The UK’s emergency petroleum stocks will more than halve in the event of a no-deal exit from the EU, reducing the buffer of strategic reserves available in the event of severe global supply disruption.
The government would no longer require industry to hold the EU-mandated levels in the event of a hard Brexit, defaulting instead to much lower reserves stipulated by the International Energy Agency, the UK’s energy department said.
The Department for Business, Energy and Industrial Strategy told the Financial Times that EU rules require each member state to hold 61 days’ worth of consumption in reserve, which for the UK is equivalent to 11m tonnes or roughly 85m barrels. Under IEA rules, which are based on net imports, the government said the level of stocks held in reserve would drop to 4.5m tonnes or 35m barrels.
The sharp reduction in emergency petroleum reserves, which were established in the 1970s following the oil embargo by Arab members of Opec, would come against a backdrop of tensions in the Gulf, which have raised the risk of supply cuts globally to the highest level in decades. The oil industry has warned that tensions between the US, UK and Iran pose a threat to shipments from the Middle East.
The decision by the government to cut the size of the reserve follows lobbying by UK refiners and large fuel retailers, which fund the emergency stockpiles and will face lower costs as a result.
Energy analysts said that reducing the amount of oil held in emergency reserves would leave the country more vulnerable to a prolonged supply disruption, potentially creating shortages of certain fuel-types where the country is reliant on imports, such as diesel.
Amrita Sen, of Energy Aspects, said reducing emergency stockpiles at a time when tensions with Iran are high carried significant risk given the threat to supplies through the Strait of Hormuz, the world’s most important oil chokepoint where roughly a fifth of global oil supplies pass every day. US sanctions have also cut exports from Iran and Venezuela, leaving oil supplies relatively tight globally.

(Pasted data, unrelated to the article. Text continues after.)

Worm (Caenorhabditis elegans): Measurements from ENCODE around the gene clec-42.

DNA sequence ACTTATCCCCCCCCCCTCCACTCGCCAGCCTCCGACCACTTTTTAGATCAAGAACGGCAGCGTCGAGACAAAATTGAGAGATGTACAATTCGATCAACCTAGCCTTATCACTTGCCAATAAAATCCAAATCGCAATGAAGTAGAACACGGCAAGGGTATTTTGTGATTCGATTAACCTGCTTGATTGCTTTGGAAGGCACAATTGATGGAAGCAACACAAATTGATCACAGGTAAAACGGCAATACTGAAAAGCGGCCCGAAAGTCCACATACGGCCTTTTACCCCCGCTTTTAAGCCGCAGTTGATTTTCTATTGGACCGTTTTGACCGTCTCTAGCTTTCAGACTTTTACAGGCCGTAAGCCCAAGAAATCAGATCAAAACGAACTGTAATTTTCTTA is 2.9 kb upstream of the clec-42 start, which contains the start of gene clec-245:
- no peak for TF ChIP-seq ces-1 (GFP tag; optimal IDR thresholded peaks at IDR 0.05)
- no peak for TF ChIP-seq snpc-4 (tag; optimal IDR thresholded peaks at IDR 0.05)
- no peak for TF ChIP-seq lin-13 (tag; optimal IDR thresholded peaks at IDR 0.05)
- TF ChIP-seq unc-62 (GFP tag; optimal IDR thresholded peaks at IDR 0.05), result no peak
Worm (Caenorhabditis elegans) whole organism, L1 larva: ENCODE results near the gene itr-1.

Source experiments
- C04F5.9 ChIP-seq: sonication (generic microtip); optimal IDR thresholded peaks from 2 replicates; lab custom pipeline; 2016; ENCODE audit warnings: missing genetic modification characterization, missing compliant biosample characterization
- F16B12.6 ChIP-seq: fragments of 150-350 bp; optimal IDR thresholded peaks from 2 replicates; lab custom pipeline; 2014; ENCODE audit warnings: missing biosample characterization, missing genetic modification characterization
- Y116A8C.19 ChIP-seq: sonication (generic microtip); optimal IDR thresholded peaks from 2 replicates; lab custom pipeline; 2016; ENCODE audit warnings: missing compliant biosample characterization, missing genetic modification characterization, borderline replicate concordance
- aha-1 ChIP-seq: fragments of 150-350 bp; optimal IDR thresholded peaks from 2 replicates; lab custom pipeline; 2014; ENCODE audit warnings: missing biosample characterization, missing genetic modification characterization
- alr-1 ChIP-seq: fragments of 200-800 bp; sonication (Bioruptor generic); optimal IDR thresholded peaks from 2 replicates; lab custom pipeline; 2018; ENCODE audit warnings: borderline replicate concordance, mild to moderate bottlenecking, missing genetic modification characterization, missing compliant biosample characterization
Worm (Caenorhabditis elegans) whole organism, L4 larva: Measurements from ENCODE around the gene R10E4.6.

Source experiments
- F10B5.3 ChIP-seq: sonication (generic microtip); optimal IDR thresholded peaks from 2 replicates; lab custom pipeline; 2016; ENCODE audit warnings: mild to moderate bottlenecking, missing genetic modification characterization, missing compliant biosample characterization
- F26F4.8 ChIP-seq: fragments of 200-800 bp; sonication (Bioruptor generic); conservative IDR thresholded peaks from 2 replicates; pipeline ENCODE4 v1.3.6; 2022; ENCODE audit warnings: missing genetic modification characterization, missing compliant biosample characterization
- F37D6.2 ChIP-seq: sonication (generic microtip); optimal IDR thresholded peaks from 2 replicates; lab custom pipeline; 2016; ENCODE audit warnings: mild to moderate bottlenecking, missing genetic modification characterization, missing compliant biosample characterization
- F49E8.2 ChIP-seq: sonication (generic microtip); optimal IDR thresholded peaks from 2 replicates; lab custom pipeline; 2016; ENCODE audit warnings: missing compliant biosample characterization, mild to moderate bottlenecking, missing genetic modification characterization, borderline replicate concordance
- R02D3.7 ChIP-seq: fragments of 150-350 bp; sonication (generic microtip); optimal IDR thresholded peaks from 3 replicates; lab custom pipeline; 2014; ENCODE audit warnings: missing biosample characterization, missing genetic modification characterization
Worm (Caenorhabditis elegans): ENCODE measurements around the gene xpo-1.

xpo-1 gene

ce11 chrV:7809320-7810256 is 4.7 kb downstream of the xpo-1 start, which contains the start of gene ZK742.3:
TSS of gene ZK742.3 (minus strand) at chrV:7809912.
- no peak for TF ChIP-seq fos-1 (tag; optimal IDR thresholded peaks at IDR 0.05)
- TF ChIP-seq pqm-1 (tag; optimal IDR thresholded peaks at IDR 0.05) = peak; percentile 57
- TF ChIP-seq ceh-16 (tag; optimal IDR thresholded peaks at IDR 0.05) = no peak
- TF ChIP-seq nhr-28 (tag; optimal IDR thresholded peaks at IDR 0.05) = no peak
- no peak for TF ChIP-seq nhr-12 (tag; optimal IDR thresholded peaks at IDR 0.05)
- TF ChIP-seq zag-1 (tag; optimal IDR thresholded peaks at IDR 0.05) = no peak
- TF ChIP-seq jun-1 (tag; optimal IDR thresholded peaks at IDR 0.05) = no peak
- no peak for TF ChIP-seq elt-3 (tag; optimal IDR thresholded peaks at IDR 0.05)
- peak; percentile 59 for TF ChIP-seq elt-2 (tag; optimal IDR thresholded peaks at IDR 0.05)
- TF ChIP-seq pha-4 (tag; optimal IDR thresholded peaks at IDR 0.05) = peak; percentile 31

“You’re essentially reducing your security of supply at a time when geopolitical risks are at their highest in at least a decade,” Ms Sen said.
Niall Trimble, of the Energy Contract Company, warned that reducing the government-controlled buffer of emergency stocks could cause problems in the future.
“Given we have a high interdependency with the EU and the rest of the world for oil supplies there would be an increased risk. We might manage, but it could get pretty close to the bone,” he said.
But the government said the new, lower level of reserves were “more than sufficient to ensure security of supply”, adding “major disruptions to oil supplies are extremely rate.”
The energy department told the FT there were no plans to pass legislation to adopt EU rules on strategic reserves, something the government has done in other areas. It added that in the event of a negotiated Brexit the UK could still switch to the IEA obligations, depending on the final agreement.
The UK’s emergency petroleum supplies are held in the form of refined fuels such as petrol and diesel, unlike the US, which has the world’s largest government-controlled stockpiles, largely made up of hundreds of millions of barrels of crude.
Refiners and other large fuel suppliers in the UK are required by the government to hold enough stocks in reserve to meet the EU rules.
Some of the UK’s emergency stocks are held by companies in storage in other EU countries, in particular the large refining and fuel tank hub stretching from Amsterdam to Antwerp.
The UK Petroleum Industry Association, which represents the country’s refiners, said industry had “sought and received reassurances” from the UK government that there are bilateral arrangements in place to ensure continued access to those reserves in the event the UK crashes out of the EU without a deal on October 31.
The International Energy Agency has co-ordinated three major releases of emergency oil stocks among members since its formation in 1974, in response to the first Gulf war, after hurricanes hit the US refining hub on the Gulf coast in 2005, and during the disruption to Libyan oil exports in 2011.
This year countries in central Europe, including Poland, tapped their emergency oil stocks after a major disruption on Russia’s main crude oil export pipeline reduced supplies to refineries in the region.